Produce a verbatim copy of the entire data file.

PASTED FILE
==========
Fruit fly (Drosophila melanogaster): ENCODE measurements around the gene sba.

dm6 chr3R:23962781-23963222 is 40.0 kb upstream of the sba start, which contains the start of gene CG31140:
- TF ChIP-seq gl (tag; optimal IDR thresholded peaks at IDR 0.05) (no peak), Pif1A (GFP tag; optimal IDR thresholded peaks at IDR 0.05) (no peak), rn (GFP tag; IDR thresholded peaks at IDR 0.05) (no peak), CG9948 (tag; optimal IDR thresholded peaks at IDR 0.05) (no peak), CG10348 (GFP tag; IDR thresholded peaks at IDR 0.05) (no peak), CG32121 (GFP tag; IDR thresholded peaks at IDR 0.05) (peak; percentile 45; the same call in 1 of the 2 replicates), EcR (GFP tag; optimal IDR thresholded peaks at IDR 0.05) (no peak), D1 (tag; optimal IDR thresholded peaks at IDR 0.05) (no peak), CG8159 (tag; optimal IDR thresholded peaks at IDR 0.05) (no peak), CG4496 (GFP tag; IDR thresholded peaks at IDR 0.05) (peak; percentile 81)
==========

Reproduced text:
Fruit fly (Drosophila melanogaster): ENCODE measurements around the gene sba.

dm6 chr3R:23962781-23963222 is 40.0 kb upstream of the sba start, which contains the start of gene CG31140:
- TF ChIP-seq gl (tag; optimal IDR thresholded peaks at IDR 0.05) (no peak), Pif1A (GFP tag; optimal IDR thresholded peaks at IDR 0.05) (no peak), rn (GFP tag; IDR thresholded peaks at IDR 0.05) (no peak), CG9948 (tag; optimal IDR thresholded peaks at IDR 0.05) (no peak), CG10348 (GFP tag; IDR thresholded peaks at IDR 0.05) (no peak), CG32121 (GFP tag; IDR thresholded peaks at IDR 0.05) (peak; percentile 45; the same call in 1 of the 2 replicates), EcR (GFP tag; optimal IDR thresholded peaks at IDR 0.05) (no peak), D1 (tag; optimal IDR thresholded peaks at IDR 0.05) (no peak), CG8159 (tag; optimal IDR thresholded peaks at IDR 0.05) (no peak), CG4496 (GFP tag; IDR thresholded peaks at IDR 0.05) (peak; percentile 81)